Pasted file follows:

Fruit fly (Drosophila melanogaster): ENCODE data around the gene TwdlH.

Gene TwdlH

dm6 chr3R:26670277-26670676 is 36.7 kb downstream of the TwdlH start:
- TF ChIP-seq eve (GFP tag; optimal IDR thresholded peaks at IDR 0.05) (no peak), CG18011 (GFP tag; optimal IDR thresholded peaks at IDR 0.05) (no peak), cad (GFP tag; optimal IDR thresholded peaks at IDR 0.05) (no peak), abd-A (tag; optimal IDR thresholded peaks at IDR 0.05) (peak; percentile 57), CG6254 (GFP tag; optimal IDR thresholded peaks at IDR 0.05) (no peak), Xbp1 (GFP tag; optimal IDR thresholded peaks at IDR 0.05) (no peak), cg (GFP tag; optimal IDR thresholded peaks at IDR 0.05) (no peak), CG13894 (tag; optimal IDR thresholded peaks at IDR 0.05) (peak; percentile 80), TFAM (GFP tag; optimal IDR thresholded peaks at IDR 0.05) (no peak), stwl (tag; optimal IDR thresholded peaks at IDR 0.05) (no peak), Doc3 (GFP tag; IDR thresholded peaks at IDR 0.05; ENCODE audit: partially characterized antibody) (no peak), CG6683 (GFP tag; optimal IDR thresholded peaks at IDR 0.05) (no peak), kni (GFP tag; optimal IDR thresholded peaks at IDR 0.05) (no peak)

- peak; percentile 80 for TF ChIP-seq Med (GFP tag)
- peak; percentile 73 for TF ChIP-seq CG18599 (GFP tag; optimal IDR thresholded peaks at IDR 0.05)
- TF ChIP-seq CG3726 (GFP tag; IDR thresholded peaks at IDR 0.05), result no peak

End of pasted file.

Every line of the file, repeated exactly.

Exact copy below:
Fruit fly (Drosophila melanogaster): ENCODE data around the gene TwdlH.

Gene TwdlH

dm6 chr3R:26670277-26670676 is 36.7 kb downstream of the TwdlH start:
- TF ChIP-seq eve (GFP tag; optimal IDR thresholded peaks at IDR 0.05) (no peak), CG18011 (GFP tag; optimal IDR thresholded peaks at IDR 0.05) (no peak), cad (GFP tag; optimal IDR thresholded peaks at IDR 0.05) (no peak), abd-A (tag; optimal IDR thresholded peaks at IDR 0.05) (peak; percentile 57), CG6254 (GFP tag; optimal IDR thresholded peaks at IDR 0.05) (no peak), Xbp1 (GFP tag; optimal IDR thresholded peaks at IDR 0.05) (no peak), cg (GFP tag; optimal IDR thresholded peaks at IDR 0.05) (no peak), CG13894 (tag; optimal IDR thresholded peaks at IDR 0.05) (peak; percentile 80), TFAM (GFP tag; optimal IDR thresholded peaks at IDR 0.05) (no peak), stwl (tag; optimal IDR thresholded peaks at IDR 0.05) (no peak), Doc3 (GFP tag; IDR thresholded peaks at IDR 0.05; ENCODE audit: partially characterized antibody) (no peak), CG6683 (GFP tag; optimal IDR thresholded peaks at IDR 0.05) (no peak), kni (GFP tag; optimal IDR thresholded peaks at IDR 0.05) (no peak)

- peak; percentile 80 for TF ChIP-seq Med (GFP tag)
- peak; percentile 73 for TF ChIP-seq CG18599 (GFP tag; optimal IDR thresholded peaks at IDR 0.05)
- TF ChIP-seq CG3726 (GFP tag; IDR thresholded peaks at IDR 0.05), result no peak